A qualitative study of diversity and its management in the Australian Public Service (APS): Employee perceptions
Soldan, Z. (2015) A qualitative study of diversity and its management in the Australian Public Service (APS): Employee perceptions. International Journal of Organizational Diversity, 13 (3-4). pp. 1-12.
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Over the past two decades, the changing demographics of Australian society and its workforce have forced many APS agencies to proactively engage in diversity efforts. Despite this growing commitment to diversity management (DM), the issues of how employees perceive diversity and its management and their level of support (or lack thereof) for DM have received only modest attention from researchers, particularly in the APS. To obtain an accurate view of diversity and its management, the experience and insight of public sector employees and managers was sought via a qualitative approach, involving case study interviews. The findings reveal that despite the limited awareness of the existence of a workplace diversity plan (WDP) among participants, there was a good level of understanding of the "supposed" objectives of the plan. Diversity was seen to provide considerable advantages both at the functional and the outcome level as well as challenges, particularly in terms of communication. The perception that women display greater adaptability when confronted with diversity, together with the fact that a WDP promises improved career opportunities and more equitable and considerate treatment, largely explain why women were found to be more supportive of WDP than men. Whilst there are signs of improvement in terms of diversity intake and advancement at the lower levels of the organisation, real progress in implementing the ideals through to senior executive service (SES) levels is much slower. The agency's commitment to DM is viewed as a compliance issue that the federal government has mandated rather than an agency choice. Overall, DM has emerged as a practice with a high value in theory, but with considerable problems to achieve in practice, with the "internal culture" of resistance being the hardest barrier to overcome. The practical implications of the results for management are discussed; the limitations are noted, along with suggested avenues for future research.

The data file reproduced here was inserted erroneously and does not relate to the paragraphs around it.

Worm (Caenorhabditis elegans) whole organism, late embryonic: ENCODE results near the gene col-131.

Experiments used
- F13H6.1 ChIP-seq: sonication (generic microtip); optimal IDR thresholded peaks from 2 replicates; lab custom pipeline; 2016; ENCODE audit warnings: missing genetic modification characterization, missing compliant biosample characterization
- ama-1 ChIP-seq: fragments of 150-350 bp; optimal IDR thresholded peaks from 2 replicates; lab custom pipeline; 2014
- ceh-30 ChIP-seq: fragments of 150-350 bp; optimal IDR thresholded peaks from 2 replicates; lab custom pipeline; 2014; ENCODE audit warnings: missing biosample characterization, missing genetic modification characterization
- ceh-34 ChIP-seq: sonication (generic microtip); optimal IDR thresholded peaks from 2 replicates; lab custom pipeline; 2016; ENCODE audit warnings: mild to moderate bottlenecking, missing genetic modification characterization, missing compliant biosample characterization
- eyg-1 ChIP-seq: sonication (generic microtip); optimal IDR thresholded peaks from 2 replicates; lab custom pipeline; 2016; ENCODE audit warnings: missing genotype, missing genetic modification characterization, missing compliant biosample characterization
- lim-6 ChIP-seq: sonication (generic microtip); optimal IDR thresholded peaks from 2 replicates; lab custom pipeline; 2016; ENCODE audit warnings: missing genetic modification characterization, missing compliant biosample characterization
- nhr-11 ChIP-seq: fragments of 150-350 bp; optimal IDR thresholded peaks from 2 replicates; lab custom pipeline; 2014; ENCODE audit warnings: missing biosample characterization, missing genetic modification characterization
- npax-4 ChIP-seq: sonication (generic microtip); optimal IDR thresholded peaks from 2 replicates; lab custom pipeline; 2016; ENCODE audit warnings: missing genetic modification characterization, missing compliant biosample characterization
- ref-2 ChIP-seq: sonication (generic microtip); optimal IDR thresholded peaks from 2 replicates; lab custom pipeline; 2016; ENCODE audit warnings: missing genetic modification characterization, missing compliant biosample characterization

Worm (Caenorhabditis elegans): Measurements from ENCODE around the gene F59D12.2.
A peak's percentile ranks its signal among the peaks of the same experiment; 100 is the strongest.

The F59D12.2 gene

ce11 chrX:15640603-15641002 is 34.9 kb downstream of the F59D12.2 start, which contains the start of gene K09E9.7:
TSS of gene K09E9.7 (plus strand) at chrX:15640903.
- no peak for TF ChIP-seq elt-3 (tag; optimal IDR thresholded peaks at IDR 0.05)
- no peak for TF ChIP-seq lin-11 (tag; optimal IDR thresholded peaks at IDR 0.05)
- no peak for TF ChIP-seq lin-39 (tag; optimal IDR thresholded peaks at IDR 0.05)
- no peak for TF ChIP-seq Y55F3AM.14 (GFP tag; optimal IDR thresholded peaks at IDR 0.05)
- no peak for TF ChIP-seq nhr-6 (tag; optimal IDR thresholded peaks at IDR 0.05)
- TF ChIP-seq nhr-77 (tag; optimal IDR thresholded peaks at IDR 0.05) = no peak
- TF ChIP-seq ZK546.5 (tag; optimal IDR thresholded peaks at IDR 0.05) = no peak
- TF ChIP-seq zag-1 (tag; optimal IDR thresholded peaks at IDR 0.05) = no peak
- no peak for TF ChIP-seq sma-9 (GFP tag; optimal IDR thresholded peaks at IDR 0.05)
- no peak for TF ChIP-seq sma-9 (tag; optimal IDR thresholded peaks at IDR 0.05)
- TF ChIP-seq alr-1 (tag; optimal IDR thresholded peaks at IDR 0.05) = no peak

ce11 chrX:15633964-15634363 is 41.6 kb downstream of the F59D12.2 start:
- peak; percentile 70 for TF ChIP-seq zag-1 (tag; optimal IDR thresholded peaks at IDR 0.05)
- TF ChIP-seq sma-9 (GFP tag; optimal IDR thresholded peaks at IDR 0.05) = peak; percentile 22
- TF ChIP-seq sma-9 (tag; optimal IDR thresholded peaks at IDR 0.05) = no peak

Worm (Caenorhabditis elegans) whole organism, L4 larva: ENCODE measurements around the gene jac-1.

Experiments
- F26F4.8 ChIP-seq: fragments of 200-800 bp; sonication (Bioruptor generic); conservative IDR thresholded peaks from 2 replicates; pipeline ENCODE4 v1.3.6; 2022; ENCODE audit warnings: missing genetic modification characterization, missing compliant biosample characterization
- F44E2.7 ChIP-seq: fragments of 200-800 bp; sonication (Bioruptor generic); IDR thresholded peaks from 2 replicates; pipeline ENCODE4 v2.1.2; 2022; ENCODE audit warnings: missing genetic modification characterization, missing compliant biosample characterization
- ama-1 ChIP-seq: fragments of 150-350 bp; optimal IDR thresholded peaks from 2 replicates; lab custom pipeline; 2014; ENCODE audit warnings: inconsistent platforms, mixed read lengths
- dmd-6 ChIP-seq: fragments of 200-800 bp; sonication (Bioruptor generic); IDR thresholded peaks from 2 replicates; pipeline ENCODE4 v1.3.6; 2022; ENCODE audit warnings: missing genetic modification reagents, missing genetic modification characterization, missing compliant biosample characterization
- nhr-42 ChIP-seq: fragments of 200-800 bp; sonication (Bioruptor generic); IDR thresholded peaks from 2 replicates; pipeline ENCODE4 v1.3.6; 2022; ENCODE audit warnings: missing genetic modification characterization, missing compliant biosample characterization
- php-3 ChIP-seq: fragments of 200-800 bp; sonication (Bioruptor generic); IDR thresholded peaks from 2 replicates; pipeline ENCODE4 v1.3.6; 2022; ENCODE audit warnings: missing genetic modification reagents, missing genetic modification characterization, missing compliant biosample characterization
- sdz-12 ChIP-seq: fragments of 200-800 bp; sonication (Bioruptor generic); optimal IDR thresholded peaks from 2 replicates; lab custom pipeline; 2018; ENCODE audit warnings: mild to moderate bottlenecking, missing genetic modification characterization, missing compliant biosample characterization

|Publication Type:||Journal Article|
|Murdoch Affiliation:||School of Management and Governance|
|Publisher:||Common Ground Publishing|
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